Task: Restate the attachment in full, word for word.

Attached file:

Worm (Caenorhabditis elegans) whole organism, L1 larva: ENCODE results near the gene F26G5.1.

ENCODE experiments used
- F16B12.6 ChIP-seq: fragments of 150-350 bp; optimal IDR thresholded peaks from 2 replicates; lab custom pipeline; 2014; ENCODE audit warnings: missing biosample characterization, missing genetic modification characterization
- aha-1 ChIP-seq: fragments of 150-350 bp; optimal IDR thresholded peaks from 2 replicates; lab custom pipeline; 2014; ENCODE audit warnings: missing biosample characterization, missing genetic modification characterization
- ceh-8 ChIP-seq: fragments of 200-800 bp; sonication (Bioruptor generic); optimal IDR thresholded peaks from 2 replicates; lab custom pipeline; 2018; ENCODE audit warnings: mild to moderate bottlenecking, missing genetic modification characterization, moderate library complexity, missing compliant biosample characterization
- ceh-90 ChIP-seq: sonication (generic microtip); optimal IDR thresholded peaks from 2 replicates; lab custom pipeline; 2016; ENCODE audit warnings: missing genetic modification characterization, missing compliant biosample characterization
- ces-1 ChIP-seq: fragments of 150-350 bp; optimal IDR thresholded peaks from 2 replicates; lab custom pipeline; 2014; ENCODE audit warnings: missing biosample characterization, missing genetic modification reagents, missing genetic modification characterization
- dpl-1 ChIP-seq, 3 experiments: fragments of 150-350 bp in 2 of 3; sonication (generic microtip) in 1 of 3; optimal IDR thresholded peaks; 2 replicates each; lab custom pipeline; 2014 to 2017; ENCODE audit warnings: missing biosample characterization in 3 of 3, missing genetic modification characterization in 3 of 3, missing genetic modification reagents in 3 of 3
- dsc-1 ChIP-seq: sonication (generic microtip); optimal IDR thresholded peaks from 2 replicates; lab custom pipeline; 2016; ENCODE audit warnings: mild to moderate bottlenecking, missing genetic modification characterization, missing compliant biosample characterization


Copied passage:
Worm (Caenorhabditis elegans) whole organism, L1 larva: ENCODE results near the gene F26G5.1.

ENCODE experiments used
- F16B12.6 ChIP-seq: fragments of 150-350 bp; optimal IDR thresholded peaks from 2 replicates; lab custom pipeline; 2014; ENCODE audit warnings: missing biosample characterization, missing genetic modification characterization
- aha-1 ChIP-seq: fragments of 150-350 bp; optimal IDR thresholded peaks from 2 replicates; lab custom pipeline; 2014; ENCODE audit warnings: missing biosample characterization, missing genetic modification characterization
- ceh-8 ChIP-seq: fragments of 200-800 bp; sonication (Bioruptor generic); optimal IDR thresholded peaks from 2 replicates; lab custom pipeline; 2018; ENCODE audit warnings: mild to moderate bottlenecking, missing genetic modification characterization, moderate library complexity, missing compliant biosample characterization
- ceh-90 ChIP-seq: sonication (generic microtip); optimal IDR thresholded peaks from 2 replicates; lab custom pipeline; 2016; ENCODE audit warnings: missing genetic modification characterization, missing compliant biosample characterization
- ces-1 ChIP-seq: fragments of 150-350 bp; optimal IDR thresholded peaks from 2 replicates; lab custom pipeline; 2014; ENCODE audit warnings: missing biosample characterization, missing genetic modification reagents, missing genetic modification characterization
- dpl-1 ChIP-seq, 3 experiments: fragments of 150-350 bp in 2 of 3; sonication (generic microtip) in 1 of 3; optimal IDR thresholded peaks; 2 replicates each; lab custom pipeline; 2014 to 2017; ENCODE audit warnings: missing biosample characterization in 3 of 3, missing genetic modification characterization in 3 of 3, missing genetic modification reagents in 3 of 3
- dsc-1 ChIP-seq: sonication (generic microtip); optimal IDR thresholded peaks from 2 replicates; lab custom pipeline; 2016; ENCODE audit warnings: mild to moderate bottlenecking, missing genetic modification characterization, missing compliant biosample characterization